Dan: I donít understand it. I think many people donít think itís as challenging as triathlon, which is true in the sense that you only have two sports to train for. But on the other hand, the hardest multi-sport races I have done are hands down duathlons. After the Powerman in Alabama last year I had to walk down hills for a week because my legs were so sore. Iíve never felt like that after any other race. Same story after Duathlon Worlds.
Dan: Thereís nothing sexier than being encased in 5mm of neoprene from neck to ankle.
ST: What was your highlight of that year?
Dan: Winning the amateur race at Hy-Vee. Iíve never had a payday anywhere close to that and it was a bit of a dream come true. In college I won one cross country race and got a duffel bag for a prize. Winning a car and a new bike let me think to myself that maybe this is all actually going to work out.
ST: Do you have to return that MINI Cooper?
Dan: Luckily it wasnít a lease, which is good because Iíve already driven it 10k miles.
ST: What color is it and have you given it the stick?
Dan: It's blue with a white roof. It is a stick, I love driving manual.
ST: I actually meant, have you driven it hard?
Dan: In that case... not really. I honestly wouldn't know how to do it right. Although I did just get the first speeding ticket of my life while in Florida, which was just great.
ST: You work at Gear West with Kevin O'Connor and David Thompson. Do they challenge you at work and outside?
Dan: Kevin and David are both relentless workers. Itís exhausting. Whenever Iím with them I feel like Iím dragging ass. Those guys can train hard in the morning, put in 8 hours of non-stop work on their feet at the shop and then go train hard again afterwards. They have really challenged my concept of what "working hard" is.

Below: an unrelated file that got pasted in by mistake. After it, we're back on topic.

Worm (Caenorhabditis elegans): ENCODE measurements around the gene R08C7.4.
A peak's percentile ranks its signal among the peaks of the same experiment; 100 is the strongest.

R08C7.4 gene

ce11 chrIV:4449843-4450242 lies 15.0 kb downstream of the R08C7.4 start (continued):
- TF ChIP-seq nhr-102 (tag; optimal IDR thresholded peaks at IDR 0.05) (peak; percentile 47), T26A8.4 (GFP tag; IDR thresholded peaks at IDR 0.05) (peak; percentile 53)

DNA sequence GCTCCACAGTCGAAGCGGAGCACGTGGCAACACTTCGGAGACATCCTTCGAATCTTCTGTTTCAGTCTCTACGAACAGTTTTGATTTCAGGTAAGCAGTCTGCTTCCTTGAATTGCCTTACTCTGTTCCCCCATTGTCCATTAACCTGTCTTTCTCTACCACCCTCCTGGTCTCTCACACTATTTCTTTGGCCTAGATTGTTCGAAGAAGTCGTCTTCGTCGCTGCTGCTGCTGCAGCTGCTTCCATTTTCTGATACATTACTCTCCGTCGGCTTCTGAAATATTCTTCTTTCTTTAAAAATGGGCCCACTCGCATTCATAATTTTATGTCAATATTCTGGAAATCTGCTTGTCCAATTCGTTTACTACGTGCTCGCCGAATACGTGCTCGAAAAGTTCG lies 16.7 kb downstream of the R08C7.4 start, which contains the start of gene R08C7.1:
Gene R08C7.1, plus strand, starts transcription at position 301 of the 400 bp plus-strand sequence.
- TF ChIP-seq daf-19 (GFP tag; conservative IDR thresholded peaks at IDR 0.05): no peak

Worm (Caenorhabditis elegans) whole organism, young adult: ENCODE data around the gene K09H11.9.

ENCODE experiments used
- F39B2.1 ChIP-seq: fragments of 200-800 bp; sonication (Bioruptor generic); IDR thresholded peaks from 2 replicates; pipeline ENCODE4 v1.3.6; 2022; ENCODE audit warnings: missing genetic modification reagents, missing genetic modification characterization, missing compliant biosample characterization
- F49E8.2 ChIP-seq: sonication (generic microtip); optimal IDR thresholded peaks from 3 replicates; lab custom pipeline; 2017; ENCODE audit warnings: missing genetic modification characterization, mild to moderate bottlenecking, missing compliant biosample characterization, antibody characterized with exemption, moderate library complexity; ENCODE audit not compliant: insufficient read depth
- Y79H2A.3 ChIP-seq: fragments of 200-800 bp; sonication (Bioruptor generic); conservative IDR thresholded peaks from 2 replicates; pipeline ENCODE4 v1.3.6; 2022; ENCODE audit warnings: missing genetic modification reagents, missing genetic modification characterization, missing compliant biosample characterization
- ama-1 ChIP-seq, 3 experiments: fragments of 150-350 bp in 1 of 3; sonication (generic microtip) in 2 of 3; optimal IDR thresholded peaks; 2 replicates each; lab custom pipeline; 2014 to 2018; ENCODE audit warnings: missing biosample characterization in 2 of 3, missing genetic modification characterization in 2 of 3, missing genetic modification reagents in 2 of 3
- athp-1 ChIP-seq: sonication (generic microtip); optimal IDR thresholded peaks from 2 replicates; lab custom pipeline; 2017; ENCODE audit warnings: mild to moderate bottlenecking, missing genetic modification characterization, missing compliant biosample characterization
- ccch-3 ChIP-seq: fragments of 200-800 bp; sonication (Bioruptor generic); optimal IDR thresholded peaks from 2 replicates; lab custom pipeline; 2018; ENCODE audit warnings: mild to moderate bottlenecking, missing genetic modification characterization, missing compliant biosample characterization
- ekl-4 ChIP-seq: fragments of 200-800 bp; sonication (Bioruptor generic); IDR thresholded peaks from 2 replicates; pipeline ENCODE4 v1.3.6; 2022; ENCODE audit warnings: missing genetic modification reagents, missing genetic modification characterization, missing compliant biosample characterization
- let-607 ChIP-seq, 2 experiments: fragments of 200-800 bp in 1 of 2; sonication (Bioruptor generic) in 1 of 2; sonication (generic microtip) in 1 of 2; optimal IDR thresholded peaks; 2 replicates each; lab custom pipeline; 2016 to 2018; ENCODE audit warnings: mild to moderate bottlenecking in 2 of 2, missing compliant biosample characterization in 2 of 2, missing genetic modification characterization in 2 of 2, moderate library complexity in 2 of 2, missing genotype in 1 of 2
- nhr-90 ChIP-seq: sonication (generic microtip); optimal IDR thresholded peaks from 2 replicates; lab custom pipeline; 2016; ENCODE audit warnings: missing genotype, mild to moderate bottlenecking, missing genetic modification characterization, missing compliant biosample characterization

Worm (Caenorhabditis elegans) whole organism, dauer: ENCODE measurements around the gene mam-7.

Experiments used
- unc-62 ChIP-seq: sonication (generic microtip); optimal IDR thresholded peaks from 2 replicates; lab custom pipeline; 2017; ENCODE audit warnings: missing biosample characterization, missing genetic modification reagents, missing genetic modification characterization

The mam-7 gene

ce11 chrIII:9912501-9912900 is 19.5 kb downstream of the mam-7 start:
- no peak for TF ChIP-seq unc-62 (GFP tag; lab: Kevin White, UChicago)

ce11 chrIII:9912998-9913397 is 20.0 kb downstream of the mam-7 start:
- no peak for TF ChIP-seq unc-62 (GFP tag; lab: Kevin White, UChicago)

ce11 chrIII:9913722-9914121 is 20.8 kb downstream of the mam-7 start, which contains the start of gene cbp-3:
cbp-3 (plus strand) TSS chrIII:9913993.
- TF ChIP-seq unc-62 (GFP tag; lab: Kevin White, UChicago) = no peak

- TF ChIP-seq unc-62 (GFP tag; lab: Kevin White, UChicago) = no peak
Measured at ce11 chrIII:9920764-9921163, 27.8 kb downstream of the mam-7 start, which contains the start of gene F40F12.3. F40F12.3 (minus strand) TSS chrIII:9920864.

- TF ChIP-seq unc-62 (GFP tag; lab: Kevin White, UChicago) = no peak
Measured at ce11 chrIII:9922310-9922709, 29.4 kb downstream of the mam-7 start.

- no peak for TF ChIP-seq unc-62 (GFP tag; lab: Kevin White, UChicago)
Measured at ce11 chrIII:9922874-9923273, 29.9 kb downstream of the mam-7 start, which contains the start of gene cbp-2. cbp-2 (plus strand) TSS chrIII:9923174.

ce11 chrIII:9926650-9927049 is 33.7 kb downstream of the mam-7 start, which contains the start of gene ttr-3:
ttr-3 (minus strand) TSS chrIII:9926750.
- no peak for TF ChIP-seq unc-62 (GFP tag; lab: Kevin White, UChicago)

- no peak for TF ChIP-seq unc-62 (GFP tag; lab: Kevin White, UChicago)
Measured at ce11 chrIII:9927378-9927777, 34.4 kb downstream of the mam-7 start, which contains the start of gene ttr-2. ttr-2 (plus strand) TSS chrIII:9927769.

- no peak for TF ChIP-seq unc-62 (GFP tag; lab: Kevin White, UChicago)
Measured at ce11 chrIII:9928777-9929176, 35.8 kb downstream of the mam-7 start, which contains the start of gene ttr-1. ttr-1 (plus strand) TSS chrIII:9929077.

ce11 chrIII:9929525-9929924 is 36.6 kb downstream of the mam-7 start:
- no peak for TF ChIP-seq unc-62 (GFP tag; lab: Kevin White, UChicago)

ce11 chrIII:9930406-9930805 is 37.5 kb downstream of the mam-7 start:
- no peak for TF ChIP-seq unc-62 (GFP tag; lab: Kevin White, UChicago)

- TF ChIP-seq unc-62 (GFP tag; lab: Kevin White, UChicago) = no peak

ST: If you ride or run too fast for them, do they make you work longer hours to keep you in check?
Dan: David has dropped me while riding on back roads in the middle of nowhere with no idea how to get home, but he came back. And everyone at the shop has a really ruthless sense of humor, so no oneís head ever gets too big for their own good. We jokingly say that no one ever leaves work feeling good about themselves.
Dan: Currently undecided. I had thought to remain amateur through the summer to try and win another big pay day at Hy-Vee before going pro this fall, but I recently found out there wonít be a car for the amateurs this year. So, Iíll probably try to race St. Anthonyís as my first pro race, unless theyíve already given out all their racks to all the superstars that will be there this year.
ST: Should you get in, what will be the goal?
Dan: I always set process focused goals instead of outcome focused goals. On race day I want to race to my utmost ability and see how that compares rather than saying 'I want to be top ten'. So my goal would be: Get out strong in the swim and try to get on a pack, keep my elbows up during the swim and keep my arms and legs connected, don't go out too fast on the bike and drive my knees to pedal in circles, run tall, keep my tempo high and drive my stride with my arms. If I do all of those things the entire race the results will take care of themselves.
ST: That sounds reasonable. Is there anything else we should know?
Dan: I have a Bachelor of Arts in English and Philosophy from Mizzou and I wore a suit and tie and shaved every day for a year working in a cubicle as a baby care business analyst at Target headquarters and if Iím not training Iím hopefully backpacking in the mountains.